The ŠKODA Octavia is celebrating an important milestone. The impressive interim results of the compact bestseller: In the 20 years since the debut of the first ŠKODA Octavia, five million customers around the world have opted for one of the various model versions in the Octavia family. Its unique combination of above-average space, modern engines and safety features at an attractive price was to be the inspiration for all the brand’s later model series and model generations.
Approximately one year after the Czech brand had joined the Volkswagen Group, the development of completely new ŠKODA Octavia model series was underway in 1992. This was based on what was then an entirely new platform, developed at Group level in parallel with the conception of the Octavia. The engineers constructed a robust body structure with the help of modern CAD (Computer Aided Design) technology, while the ŠKODA design team created an equally timeless and unmistakable body shape, at the ŠKODA development centre in Mladá Boleslav led by Chief Designer Dirk van Braeckel.
The developers paid close attention to active and passive safety. In addition to front airbags, the brand offered the then new side airbags for the first time. A very special feature of the new compact was the practical liftback solution: The large rear door of the hatchback model allowed for excellent access to the 528-litre boot, which grew to as much as 1,328 litres by folding the rear seats down.
In 1996, the year the model was first released, customers could choose between two four-cylinder petrol engines and one turbo diesel drivetrain. The entry-level engine was the 1.6 MPI with 55 kW (75 hp), the 1.8 20 V positioned above that brought it to 92 kW (125 hp). The modern turbodiesel direct-injection 1.9 TDI generated an output of 66 kW (90 hp), giving an average fuel consumption of 5.1 litres diesel per 100 kilometres. ŠKODA gradually expanded their engine range by the particularly economical 1.9 SDI with 50 kW (68 hp) and the 1.8 20 V turbo with 110 kW (150 hp).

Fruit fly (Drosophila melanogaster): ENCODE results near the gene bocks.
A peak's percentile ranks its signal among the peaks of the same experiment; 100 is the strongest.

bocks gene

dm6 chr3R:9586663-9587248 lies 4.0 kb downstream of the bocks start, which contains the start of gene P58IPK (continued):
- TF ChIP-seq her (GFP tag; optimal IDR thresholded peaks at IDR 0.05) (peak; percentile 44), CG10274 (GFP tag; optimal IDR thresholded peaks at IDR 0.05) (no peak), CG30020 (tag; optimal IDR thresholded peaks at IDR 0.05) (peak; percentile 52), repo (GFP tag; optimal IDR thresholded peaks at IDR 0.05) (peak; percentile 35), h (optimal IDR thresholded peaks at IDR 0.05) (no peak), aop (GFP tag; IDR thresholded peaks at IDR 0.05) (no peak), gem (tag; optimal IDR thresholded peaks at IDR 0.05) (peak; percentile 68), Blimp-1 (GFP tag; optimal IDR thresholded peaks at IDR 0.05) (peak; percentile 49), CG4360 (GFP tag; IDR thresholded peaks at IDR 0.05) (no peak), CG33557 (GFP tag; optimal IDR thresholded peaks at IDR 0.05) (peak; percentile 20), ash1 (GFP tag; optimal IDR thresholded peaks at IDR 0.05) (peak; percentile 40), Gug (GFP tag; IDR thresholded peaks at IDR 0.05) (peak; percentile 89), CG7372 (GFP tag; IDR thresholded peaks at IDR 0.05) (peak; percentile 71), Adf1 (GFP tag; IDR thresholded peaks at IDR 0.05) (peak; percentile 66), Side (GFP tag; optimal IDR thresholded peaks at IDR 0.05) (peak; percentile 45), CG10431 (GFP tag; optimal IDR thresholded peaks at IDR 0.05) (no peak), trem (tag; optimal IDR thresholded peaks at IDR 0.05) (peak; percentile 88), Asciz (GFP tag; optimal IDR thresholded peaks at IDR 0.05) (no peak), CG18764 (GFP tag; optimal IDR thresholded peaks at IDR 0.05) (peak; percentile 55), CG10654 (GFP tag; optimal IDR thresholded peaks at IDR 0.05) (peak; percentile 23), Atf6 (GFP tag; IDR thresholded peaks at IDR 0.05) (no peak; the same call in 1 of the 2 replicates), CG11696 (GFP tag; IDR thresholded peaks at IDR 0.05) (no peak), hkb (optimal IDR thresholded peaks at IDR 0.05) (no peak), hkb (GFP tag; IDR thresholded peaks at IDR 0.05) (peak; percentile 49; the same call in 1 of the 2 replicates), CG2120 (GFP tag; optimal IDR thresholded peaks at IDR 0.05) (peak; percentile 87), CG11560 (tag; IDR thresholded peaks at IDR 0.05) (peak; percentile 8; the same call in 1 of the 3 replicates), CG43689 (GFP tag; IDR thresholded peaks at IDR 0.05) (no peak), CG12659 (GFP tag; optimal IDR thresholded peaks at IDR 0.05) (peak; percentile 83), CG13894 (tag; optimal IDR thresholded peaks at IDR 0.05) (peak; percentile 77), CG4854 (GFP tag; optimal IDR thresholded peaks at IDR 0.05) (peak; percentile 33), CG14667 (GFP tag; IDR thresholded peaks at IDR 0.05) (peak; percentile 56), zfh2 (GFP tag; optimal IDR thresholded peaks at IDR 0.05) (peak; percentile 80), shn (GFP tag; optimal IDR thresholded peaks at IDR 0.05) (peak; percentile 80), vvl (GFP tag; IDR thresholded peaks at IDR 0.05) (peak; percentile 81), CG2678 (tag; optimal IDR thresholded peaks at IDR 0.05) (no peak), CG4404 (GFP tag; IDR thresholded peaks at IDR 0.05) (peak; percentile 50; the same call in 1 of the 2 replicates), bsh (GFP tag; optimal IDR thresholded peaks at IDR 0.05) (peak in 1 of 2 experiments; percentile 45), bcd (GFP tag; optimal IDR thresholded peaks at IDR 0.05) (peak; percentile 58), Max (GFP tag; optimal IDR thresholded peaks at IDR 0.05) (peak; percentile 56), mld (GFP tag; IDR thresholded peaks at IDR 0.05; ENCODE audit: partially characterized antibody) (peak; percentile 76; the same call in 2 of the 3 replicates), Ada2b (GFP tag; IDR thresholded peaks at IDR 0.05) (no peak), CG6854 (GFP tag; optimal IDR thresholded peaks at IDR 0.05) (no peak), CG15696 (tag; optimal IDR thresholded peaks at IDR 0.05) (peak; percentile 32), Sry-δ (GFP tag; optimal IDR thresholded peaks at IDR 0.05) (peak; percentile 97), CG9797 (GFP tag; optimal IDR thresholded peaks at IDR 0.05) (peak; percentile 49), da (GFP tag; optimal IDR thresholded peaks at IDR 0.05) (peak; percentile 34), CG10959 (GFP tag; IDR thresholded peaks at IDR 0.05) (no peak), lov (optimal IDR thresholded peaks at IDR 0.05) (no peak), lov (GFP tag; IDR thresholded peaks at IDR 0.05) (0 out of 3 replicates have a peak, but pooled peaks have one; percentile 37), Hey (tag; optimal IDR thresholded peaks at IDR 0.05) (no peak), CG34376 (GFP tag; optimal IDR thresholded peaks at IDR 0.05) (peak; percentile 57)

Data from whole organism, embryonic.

The first Octavia Combi (estate) celebrated its world premiere in March 1998 at the Geneva Motor Show, and was launched on the market that May. This body version quickly became a bestseller, particularly in Europe. In 1999 Octavia Combi with all-wheel drive made its debut.
The type designation Octavia/Octavia Combi refers to the successful model of the same name, of which ŠKODA produced approximately 364,000 units between 1959 and 1964 in Mladá Boleslav and Kvasiny. The Latin word ‘octavia’ means ‘the eighth’, relating to ŠKODA’s eighth automobile of the ‘modern era’ with independent suspension following the debut of this technology in 1933.
For the new Octavia series, ŠKODA built a new production line in a 37,500-square-metre hall at the Mladá Boleslav plant, followed by a new paint shop processing up to 1,800 vehicles per day. The new production line commenced operations on April 3, 1996. The capacity of the main plant increased by 90,000 units to 350,000 vehicles annually and ŠKODA became the largest industrial company in the Czech Republic.
The last vehicle of the first series eventually rolled off Vrchlabí’s production line in November 2010. From 1996 to 2010, ŠKODA delivered a total of 970,000 saloons and over 470,000 estates to customers worldwide.
The second-generation Octavia continued unabated the success of its predecessor. ŠKODA sold a total of 1.6 million saloons and 900,000 estates between 2004 and 2013. Technologies, such as direct-injection petrol engines, and the direct shift gearbox (DSG) made their debut in the Octavia II.
The third-generation Octavia, an important cornerstone of ŠKODA’s model range, has been running off the production lines since November 2012. At the end of March 2016, the one millionth vehicle of this model generation was produced at ŠKODA’s main production facility in Mladá Boleslav.
The traditional Czech brand has manufactured a total of five million Octavias since the ŠKODA Octavia was first launched in 1996. In addition to Mladá Boleslav, the ŠKODA Octavia is also produced in China, India, Russia and Kazakhstan.